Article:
IPTAAS funding boost for stays in not-for-profit accommodation - NSW Nationals

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IPTAAS funding boost for stays in not-for-profit accommodation

The NSW Government will significantly boost funding for more patients who need to travel long distances to access specialist medical treatment.

Health Minister Jillian Skinner and Parliamentary Secretary for Regional and Rural Health Sarah Mitchell today announced that from 1 February 2016 higher Isolated Patients Travel and Accommodation Assistance Scheme (IPTAAS) rebates will be available for patients staying in not-for-profit accommodation.

 

Mrs Skinner said an investment of $2.7 million per year will increase the existing not-for-profit accommodation subsidies by more than 40 per cent.

 

“IPTAAS reforms that came into effect in September helped patients who are most out of pocket due to long stays in for-profit commercial accommodation,” Mrs Skinner said.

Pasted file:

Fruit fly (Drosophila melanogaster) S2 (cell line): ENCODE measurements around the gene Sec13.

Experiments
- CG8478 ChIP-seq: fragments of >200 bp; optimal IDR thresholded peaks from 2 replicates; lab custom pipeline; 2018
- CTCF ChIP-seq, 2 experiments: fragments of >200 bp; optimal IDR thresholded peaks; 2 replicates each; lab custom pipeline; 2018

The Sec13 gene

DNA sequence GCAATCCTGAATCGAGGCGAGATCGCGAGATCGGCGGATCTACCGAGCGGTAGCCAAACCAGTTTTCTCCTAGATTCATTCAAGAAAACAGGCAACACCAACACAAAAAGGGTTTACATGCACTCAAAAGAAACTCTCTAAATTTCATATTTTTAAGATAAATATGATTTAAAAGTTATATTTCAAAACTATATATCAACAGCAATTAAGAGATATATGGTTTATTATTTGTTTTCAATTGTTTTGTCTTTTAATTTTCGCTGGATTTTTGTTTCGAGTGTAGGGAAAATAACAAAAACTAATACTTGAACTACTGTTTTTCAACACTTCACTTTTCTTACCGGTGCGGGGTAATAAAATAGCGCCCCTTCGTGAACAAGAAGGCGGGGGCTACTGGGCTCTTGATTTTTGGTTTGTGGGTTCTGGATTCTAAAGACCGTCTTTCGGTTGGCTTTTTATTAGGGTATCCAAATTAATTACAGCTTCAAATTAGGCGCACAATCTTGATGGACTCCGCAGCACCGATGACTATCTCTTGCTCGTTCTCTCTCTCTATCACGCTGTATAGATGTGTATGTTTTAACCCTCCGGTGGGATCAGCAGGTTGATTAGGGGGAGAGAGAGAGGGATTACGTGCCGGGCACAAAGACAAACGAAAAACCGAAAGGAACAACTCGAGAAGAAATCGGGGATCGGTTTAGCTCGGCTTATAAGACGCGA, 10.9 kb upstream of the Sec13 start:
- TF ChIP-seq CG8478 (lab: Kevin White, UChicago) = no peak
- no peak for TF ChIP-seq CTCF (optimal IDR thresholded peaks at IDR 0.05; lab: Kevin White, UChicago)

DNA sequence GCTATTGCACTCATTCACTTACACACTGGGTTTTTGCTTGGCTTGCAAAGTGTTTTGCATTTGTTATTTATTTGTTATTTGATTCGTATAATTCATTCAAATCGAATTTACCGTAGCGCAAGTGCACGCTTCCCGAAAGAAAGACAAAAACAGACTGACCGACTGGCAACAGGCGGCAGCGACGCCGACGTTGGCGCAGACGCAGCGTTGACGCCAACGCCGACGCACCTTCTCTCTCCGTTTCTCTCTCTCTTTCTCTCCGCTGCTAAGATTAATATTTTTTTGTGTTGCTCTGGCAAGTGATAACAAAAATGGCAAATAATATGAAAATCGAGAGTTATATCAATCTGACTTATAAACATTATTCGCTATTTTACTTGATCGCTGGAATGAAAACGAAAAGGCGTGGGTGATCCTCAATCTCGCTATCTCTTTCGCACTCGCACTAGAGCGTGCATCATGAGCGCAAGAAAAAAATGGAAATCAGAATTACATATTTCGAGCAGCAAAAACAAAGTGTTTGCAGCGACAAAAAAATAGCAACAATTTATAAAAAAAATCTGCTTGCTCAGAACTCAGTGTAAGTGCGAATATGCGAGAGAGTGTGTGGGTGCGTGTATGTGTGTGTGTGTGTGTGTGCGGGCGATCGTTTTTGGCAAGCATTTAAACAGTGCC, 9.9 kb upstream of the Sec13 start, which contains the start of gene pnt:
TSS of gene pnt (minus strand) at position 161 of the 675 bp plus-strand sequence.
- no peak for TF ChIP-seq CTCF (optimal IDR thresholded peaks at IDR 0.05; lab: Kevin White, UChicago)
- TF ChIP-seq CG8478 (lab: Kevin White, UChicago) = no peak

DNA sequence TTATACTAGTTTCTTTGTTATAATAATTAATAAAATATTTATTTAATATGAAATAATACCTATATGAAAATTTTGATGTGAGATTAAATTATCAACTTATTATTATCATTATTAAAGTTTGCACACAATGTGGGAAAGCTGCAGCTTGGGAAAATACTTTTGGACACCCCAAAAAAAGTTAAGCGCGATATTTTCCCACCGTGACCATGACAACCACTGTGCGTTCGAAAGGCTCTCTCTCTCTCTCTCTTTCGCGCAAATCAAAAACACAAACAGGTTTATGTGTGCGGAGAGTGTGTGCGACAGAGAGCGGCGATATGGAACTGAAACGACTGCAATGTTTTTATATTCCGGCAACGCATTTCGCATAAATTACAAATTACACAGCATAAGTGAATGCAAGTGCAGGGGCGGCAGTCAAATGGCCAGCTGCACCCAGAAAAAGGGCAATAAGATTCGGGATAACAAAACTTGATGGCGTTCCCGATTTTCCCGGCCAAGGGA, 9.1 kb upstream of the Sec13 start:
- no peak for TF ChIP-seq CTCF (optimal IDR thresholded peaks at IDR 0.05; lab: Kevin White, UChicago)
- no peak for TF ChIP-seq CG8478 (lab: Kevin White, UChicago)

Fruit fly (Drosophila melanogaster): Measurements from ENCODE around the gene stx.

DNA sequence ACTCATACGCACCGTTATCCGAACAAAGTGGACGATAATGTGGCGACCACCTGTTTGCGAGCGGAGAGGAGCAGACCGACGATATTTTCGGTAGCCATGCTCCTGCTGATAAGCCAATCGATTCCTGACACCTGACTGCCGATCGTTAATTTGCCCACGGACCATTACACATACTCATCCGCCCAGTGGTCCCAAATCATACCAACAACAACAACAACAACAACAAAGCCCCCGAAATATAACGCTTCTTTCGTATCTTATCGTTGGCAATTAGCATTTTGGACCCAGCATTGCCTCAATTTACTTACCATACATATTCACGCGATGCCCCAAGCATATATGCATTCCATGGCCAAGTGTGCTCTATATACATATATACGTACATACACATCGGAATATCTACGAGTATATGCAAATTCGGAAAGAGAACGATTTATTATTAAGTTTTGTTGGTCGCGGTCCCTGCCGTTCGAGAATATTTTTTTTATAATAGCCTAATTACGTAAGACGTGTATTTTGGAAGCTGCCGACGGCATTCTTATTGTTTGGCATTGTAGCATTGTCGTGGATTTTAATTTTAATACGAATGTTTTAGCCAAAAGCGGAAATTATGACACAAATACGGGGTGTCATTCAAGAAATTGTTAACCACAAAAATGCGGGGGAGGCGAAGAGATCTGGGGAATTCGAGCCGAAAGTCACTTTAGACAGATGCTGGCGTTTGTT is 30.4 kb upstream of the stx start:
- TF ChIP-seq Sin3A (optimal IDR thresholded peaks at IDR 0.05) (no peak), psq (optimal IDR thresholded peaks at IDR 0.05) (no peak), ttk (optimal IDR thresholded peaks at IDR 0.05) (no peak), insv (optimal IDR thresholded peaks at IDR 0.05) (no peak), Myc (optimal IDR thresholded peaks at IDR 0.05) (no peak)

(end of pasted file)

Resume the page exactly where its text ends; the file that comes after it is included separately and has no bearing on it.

“Following extensive consultation with the not-for-profit sector, today’s funding boost will assist patients staying in not-for-profit accommodation for longer periods.”

 

Mrs Mitchell said IPTAAS helps in a number of ways, primarily through paying accommodation and fuel subsidies to patients to help cover their costs.

 

“Most of these patients live in regional areas and are eligible if they travel at least 100km one way, or a cumulative weekly distance of at least 200km,” Mrs Mitchell said.

 

“Not-for-profits provide more than accommodation - they support patients through their treatment program in a home-like environment.”

 

The increased subsidy rate for patients staying in not-for-profit accommodation will increase to $65 a night for single rooms and $85 a night for double rooms for stays of eight nights or more per financial year. The first seven nights will remain at $43 for a single room and $60 per night for a double room.

 

The NSW Ministry of Health will commission an external review of the IPTAAS reforms for people staying at commercial and not-for-profit accommodation.

 

The review will evaluate the impact of the reforms to ensure they are working to reduce disadvantage for rural and regional patients who need to travel to access specialist health care.

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